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35 pts.
 How do I figure out the cost comparison between EMR systems?
How do I figure out the cost comparison between EMR systems when they are quoted so differently? Some are subscription and some are licencing agreements.
ASKED: June 12, 2010  4:14 PM
UPDATED: June 23, 2010  9:32 am

Answer Wiki:
During the process of selecting an EHR, one critical step is to identify the TCO (Total cost of ownership). As you have mentioned, there are certainly different models that vendors would quote the EHR package. Some include hardware, and software costs upfront with reoccurring maintenance fees, others are simply a monthly subscription fee. In most cases, you will need to establish what the system will cost you over a period of five years. This analysis not only will help you identify which package will have an ROI, but also discover many of the hidden costs that usually are identified during the implementation or even several months post going live. Some of the costs to identify are: Third party technology vendors to assist with the additional day to day support needed (if IT is outsourced). Connectivity monthly costs (cost of faster / dedicated connectivity when using an ASP model) Maintenance fees and warrantee upgrades on hardware after 3 years Licenses costs of third party applications (example: Microsoft Office, Database engine licenses, crystal reports, and so forth) Fees associated with yearly maintenance fees on the EHR and other packages (eFax/Clearinghouse/web portal for patients..) Charts scanning services to capture paper charts costs of lists updates (CPTs/ICD 9/Formulary..) There are several resources online that can assist review and price all the needed items for you. The end result would be a detailed analysis of all the different models you were quoted. This will enable you to have a better overview of what type of investment you will need to make in each solution.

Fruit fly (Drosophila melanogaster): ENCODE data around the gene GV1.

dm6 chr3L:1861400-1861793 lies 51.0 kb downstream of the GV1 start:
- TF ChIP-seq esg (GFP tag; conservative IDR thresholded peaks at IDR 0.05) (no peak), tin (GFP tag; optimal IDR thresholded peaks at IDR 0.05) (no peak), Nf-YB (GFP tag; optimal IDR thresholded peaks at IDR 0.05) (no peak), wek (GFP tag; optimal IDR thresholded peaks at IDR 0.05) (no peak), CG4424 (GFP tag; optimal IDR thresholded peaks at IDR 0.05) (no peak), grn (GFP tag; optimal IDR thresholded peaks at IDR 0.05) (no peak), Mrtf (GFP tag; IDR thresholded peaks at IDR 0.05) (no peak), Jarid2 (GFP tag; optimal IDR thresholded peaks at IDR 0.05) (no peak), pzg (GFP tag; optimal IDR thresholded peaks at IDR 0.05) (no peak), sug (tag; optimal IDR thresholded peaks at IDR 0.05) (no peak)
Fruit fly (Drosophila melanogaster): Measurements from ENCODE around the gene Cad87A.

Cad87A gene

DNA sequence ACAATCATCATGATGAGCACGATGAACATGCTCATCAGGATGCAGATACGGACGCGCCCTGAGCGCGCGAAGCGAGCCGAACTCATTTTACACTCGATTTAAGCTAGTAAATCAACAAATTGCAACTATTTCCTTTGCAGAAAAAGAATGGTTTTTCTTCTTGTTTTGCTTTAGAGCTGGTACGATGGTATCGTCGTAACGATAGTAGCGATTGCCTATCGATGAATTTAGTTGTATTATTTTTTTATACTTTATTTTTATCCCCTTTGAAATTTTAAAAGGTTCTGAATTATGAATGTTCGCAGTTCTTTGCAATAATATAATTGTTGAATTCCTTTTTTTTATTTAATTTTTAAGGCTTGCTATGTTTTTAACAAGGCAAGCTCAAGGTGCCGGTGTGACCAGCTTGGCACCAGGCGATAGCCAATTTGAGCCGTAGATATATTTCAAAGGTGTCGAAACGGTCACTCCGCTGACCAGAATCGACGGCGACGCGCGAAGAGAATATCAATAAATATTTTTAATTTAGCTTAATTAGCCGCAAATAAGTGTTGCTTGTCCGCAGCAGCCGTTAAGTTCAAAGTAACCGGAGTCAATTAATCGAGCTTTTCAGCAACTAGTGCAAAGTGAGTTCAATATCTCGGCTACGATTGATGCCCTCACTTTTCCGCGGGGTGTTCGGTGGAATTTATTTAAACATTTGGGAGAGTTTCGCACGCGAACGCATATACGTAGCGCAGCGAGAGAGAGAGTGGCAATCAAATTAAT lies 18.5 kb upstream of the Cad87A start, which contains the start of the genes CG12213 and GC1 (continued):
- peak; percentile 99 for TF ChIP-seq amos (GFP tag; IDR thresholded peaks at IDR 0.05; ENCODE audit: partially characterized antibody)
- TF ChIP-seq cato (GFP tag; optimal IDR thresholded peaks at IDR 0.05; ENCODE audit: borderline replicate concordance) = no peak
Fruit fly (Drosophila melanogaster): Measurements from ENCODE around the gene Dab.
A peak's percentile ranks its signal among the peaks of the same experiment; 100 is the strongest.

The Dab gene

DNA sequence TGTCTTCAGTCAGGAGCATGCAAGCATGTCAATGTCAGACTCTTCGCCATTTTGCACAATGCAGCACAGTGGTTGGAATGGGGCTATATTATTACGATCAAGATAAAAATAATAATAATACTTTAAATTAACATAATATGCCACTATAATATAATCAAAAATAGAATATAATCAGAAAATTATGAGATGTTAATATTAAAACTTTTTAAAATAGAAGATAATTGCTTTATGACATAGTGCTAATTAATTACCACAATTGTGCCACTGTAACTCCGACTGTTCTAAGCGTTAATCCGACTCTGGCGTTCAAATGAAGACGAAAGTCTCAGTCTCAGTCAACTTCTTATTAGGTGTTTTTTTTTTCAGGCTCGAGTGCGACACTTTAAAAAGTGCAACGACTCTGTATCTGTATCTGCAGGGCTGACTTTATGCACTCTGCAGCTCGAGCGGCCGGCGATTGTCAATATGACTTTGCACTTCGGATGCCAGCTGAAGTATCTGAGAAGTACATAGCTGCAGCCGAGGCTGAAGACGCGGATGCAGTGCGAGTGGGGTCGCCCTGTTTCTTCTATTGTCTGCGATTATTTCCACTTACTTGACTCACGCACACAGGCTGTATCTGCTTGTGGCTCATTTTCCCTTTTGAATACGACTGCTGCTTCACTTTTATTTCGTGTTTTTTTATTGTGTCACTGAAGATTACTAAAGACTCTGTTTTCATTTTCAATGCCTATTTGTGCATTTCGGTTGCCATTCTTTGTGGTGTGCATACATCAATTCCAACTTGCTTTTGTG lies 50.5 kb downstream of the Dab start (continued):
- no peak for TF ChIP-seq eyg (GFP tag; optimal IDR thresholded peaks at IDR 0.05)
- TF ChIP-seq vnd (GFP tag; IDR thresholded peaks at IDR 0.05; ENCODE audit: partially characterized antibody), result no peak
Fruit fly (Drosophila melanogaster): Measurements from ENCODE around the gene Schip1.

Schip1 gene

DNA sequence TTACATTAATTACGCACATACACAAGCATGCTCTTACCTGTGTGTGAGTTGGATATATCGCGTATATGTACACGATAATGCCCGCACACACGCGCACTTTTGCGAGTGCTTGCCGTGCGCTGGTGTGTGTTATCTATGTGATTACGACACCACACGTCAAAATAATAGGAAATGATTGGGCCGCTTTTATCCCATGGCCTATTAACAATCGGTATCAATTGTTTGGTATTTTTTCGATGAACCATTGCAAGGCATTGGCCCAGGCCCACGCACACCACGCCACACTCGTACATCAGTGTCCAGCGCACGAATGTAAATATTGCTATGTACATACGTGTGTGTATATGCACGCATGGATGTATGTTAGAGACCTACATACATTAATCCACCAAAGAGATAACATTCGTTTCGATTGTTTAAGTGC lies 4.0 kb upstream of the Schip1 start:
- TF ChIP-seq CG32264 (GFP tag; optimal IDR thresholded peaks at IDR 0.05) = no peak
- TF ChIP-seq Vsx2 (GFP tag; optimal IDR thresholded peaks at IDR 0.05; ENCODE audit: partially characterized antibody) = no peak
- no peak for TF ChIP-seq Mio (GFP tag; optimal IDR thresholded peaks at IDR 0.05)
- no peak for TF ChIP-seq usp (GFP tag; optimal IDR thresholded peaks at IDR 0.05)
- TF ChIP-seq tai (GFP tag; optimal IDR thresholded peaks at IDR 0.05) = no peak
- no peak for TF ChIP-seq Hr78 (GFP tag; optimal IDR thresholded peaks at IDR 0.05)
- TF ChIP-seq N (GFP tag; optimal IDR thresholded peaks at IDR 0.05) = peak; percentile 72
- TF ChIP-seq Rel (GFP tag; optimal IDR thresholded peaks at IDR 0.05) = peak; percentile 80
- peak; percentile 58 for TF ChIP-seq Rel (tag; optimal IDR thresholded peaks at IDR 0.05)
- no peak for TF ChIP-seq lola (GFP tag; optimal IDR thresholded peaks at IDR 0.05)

Last Wiki Answer Submitted:  June 15, 2010  2:08 am  by  RedaChouffani   1,785 pts.
All Answer Wiki Contributors:  RedaChouffani   1,785 pts.
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Identifying the Total Cost of Ownership is the best approach. The TCO covers the total cost of acquiring and operating the EHR over its expected lifetime. An expected lifetime of five years is a reasonable estimate. A good basic discussion of TCO may be found at
In cases involving payments spread over time such as subscription fees and annual maintenance fees, I would use a discounted cash flow analysis to compare the various choices. A discussion of discounted cash flow analysis may be found at

 385 pts.

 

Identifying the Total Cost of Ownership is the best approach. The TCO covers the total cost of acquiring and operating the EHR over its expected lifetime. An expected lifetime of five years is a reasonable estimate. A good basic discussion of TCO may be found here. In cases involving payments spread over time such as subscription fees and annual maintenance fees, I would use a discounted cash flow analysis to compare the various choices. A discussion of discounted cash flow analysis may be found here.

 385 pts.

 

I will suggest not to focus on just the cost factor. There are vendors, who would give the software at through away prices; as they are going to be dead anyways soon.

Apart from cost, look for certifications and integration capabilities they have. In case you are focusing on just the cost, yes you can use any of the financial tools.

On a lower risk side, you can try something on a host / ASP / SaaS based model for few months and see which one fits you the best. It is easier to switch vendors on these kinds of models, in case you find the pain points of integrating with other application. It’s worth to just spend few thousand dollars on trying and choosing the best rather than loosing everything or spending your precious time fixing stuff.

On a personal note, if you are not sure – never go with onetime fee setups.

Thanks
Niran

 200 pts.

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